The OSIRIS-REx spacecraft sits on its workstand August 20, 2016 while an engineer checks the protective covering in a servicing building at Kennedy Space Center, Florida
The OSIRIS-REx spacecraft sits on its workstand August 20, 2016 while an engineer checks the protective covering in a servicing building at Kennedy Space Center, Florida

Nasa’s Osiris Rex probe begins two year journey to Earth from asteroid Bennu with cache of soil samples

Spacecraft’s years-long cruise expected to end in a landing in Utah’s West Desert in September 2023

Vishwam Sankaran
Tuesday 11 May 2021 14:05
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Nasa’s Osiris Rex probe is embarking on a two year journey back to Earth with a cache of soil and dust from the asteroid Bennu after spending nearly five years in space.

The Origins, Spectral Interpretation, Resource Identification, Security, Regolith Explorer (OSIRIS-REx) spacecraft left Bennu’s orbit on Monday, speeding away from the asteroid at nearly 1,000 kmph on a 2.5-year-cruise which is slated to culminate in a landing in Utah’s West Desert on September 24, 2023.

“OSIRIS-REx’s many accomplishments demonstrated the daring and innovate way in which exploration unfolds in real time,” Thomas Zurbuchen, associate administrator for science at Nasa Headquarters, said in a statement.

In the upcoming months, the Osiris Rex team at Nasa will be focussing on getting the samples to Earth safely, which would mark the largest sample brought to Earth by Nasa since the Apollo missions to the Moon.

In order to safely being the Bennu samples to Earth, the Nasa team needs to plan the spacecraft’s future manoeuvres and keep it on course throughout its long journey.

“The team rose to the challenge, and now we have a primordial piece of our solar system headed back to Earth where many generations of researchers can unlock its secrets,” Zurbuchen said.

Although the spacecraft still has lots of fuel remaining, the scientists said they are trying to preserve as much as possible for a extended mission to another asteroid once the sample capsule is returned to Earth.

While the spacecraft’s trajectory back to Earth will be determined mainly by the Sun’s gravity, Nasa engineers said they would need to make small course corrections via engine burns occasionally.

“We need to do regular corrections to bring the trajectory increasingly closer to Earth’s atmosphere for the sample release, and to account for small errors that might have accumulated since the last burn,” Peter Antreasian, OSIRIS-REx navigation lead at KinetX Aerospace, Simi Valley, California, added in the statement.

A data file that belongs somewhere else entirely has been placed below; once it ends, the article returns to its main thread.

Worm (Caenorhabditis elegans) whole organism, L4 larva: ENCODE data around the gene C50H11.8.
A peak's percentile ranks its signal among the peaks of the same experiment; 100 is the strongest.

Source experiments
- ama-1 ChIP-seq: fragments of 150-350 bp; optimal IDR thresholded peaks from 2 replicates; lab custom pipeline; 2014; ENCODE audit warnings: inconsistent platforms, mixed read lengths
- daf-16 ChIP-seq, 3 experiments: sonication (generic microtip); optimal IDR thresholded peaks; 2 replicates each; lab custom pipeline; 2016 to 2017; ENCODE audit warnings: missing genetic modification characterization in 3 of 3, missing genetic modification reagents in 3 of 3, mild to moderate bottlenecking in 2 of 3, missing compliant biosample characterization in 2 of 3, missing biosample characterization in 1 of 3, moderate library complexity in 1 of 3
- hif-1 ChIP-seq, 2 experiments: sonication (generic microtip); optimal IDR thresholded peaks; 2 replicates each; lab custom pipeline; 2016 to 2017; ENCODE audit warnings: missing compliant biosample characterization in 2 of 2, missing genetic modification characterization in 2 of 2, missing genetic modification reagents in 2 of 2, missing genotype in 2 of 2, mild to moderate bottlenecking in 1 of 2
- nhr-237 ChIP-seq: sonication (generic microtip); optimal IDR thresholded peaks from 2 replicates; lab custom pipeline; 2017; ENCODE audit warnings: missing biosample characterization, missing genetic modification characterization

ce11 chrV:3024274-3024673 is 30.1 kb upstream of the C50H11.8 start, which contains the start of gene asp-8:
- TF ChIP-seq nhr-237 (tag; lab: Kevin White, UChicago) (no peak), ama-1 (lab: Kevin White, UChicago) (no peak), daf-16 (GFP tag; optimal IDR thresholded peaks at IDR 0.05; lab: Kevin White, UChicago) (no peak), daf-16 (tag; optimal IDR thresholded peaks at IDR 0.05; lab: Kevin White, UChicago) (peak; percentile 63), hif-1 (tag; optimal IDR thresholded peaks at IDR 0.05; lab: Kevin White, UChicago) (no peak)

According to Nasa, the space probe has so far exceeded its expectations, with one of its critical missions to collectabout 60 gms od soil from Bennu’s surface executed by the team amidst the Covid pandemic.

Even as the Osiris Rex probe the asteroid in 2018, Nasa said the team was “kept on its toes”, as the asteroid was releasing small pieces of rock into space which the team had to ensure wasn’t harmful to the spacecraft.

Upon landing, the team was faced with another surprise when they found that Bennu was littered with boulders and rocks.

“We really had this idea that we were arriving on an asteroid with open real estate. The reality was a big shocker,” Heather Enos, OSIRIS-REx deputy principal investigator, said in a statement.

Due to these sudden discoveries on reaching the asteroid, engineers at Nasa had to quickly develop a more accurate navigation technique to target smaller-than-expected sites for sample collection.

The team also had to accurately execute a high-risk operation for capturing samples from the asteroid that involved pulverising boulders with a blast of high pressure nitrogen which raised dust and soil that were collected.

Over the course of its stay on Bennu, the Osiris Rex probe also helped in confirming several scientific findings, including that the asteroid once held water and that its minerals were carbon rich.

“This mission emphasizes why we have to do science and exploration in multiple ways – both from Earth and from up-close in space – because assumptions and models are just that,” Enos said.

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